Even though interest rates may have fallen, and there are indications there will be further rate reductions to stimulate economic activity, it has never been more expensive to live in Australia. We now have two cities ranked in the top ten most expensive places to live in the world. As the BBC put it in a recent article, in Australia "the good life comes at a price".

You can see the evidence of it just about everywhere you look. According to Numbeo, a website that tracks the cost of living in cities around the world, a combo meal at McDonald's ranges from $7.95 to $9.00 in Sydney, the most expensive city in Australia. Rent per month for a one bedroom apartment in Sydney city centre works out at roughly $2,249. The picture isn't as bad in Melbourne, the country's second most expensive city, where a single loaf of bread ranges from $2.00 to $4.00 and an imported bottle of beer will set you back anything from $5.00 to $8.00. It's cheaper than Sydney, but it's isn't pretty either.

Everyone in the country knows the cause: the unprecedented resource boom, itself a perfect storm of record demand and inflated prices. For years, we shipped ore to emerging economies like there was no tomorrow. The resource boom may have swollen the government's coffers, but it looks like those glory days are over.

2012 was a pivotal year in Australia's recent economic story. The resource boom was declared over in August 2012, the culmination of the world's economy lurching from one economic crisis to another. Demand for the raw materials needed to manufacture the goods we buy in the West pulled back and the rate of economic activity in those critically important BRIC countries began tapering off. In October the RBA cut rates again to try and stimulate lack lustre demand for credit among increasingly wary Australian consumers. The year ended amid more speculation that the bubble had perhaps not burst, but certainly was deflating.

Andy Boyd, Co-Founder of the credit card comparison website CreditCardCompare.com.au, spoke in detail in a recent article on YourMortgage.com.au about how the cost of living has risen steadily throughout the boom years. His innovative heatmap plots the stark increase clearly over time before and during the boom. After looking at the charts his tool produces, one question begs an answer: how long can this go on for? Are we approaching a tipping point?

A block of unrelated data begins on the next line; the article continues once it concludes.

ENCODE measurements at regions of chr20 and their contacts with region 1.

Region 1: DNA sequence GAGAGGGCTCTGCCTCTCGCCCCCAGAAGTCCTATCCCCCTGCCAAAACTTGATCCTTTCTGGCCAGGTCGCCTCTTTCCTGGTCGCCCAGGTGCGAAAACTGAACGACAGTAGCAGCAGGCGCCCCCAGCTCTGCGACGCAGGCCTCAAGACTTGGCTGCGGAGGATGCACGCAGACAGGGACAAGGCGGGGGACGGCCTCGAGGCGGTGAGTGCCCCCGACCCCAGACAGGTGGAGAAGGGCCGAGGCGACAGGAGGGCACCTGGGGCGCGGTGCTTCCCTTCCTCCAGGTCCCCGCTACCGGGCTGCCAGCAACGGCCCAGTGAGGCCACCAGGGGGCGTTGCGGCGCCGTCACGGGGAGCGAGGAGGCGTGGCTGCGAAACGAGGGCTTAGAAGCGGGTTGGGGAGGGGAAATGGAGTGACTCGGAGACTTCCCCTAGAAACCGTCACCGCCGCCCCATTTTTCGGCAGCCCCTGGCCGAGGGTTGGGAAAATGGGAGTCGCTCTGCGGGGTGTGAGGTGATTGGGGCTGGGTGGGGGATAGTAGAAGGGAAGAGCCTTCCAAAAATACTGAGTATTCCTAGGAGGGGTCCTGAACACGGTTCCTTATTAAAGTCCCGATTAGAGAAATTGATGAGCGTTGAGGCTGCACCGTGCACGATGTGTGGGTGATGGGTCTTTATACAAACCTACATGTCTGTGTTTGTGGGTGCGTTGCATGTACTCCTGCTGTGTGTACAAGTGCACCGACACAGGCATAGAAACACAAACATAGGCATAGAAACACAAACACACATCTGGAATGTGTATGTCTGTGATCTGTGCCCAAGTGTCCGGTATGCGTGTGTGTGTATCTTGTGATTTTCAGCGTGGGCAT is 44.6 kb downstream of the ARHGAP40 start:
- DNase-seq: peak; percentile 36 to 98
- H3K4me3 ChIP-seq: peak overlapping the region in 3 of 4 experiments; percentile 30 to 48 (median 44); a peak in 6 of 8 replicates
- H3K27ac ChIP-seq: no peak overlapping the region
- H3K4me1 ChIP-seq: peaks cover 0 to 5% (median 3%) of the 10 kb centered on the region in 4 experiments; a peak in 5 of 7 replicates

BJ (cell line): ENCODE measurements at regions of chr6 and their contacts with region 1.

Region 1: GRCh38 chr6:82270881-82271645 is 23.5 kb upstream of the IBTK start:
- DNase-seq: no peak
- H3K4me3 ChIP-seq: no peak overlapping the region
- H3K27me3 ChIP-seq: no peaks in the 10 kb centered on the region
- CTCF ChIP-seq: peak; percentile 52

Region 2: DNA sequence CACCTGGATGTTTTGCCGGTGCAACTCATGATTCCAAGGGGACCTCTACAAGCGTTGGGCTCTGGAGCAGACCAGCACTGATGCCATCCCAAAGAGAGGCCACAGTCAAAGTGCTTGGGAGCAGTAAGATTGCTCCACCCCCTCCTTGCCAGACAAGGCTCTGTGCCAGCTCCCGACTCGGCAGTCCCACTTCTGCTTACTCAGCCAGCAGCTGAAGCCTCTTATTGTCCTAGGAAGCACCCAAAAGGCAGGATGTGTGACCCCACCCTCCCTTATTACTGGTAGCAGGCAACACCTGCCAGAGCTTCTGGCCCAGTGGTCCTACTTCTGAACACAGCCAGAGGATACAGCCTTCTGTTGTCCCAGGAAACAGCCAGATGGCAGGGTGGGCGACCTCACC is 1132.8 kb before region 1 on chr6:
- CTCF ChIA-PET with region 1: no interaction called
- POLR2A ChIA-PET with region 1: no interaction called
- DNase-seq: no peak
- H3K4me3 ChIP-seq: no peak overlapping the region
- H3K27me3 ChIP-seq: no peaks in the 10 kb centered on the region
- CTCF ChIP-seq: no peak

The reality of our situation is beginning to dawn and households are struggling with the hangover from an unprecedented financial party. The heydays have come and gone, yet the cost of living remains stubbornly high. If demand for our natural resources doesn't pick up or goes into decline, then what will happen? It's this sense of uncertainty in the economic future of our country that the RBA is attacking with rate drops, but to what end? If the cost of living in this country is inextricably linked to the mining sector's success, do we really want to see part two of the boom and the associated rises in living expenses it would bring?

We have increasingly been hearing reports of families who are struggling to make ends meet because not everyone has benefitted from the past 10 years. Families are struggling with debt. They're eeking out an existence on the margin. They can't afford to buy a home.

A tipping point won't be welcomed by the mining industry and government would be faced with a serious reduction in tax receipts, but the average consumer might look on it differently. Very differently.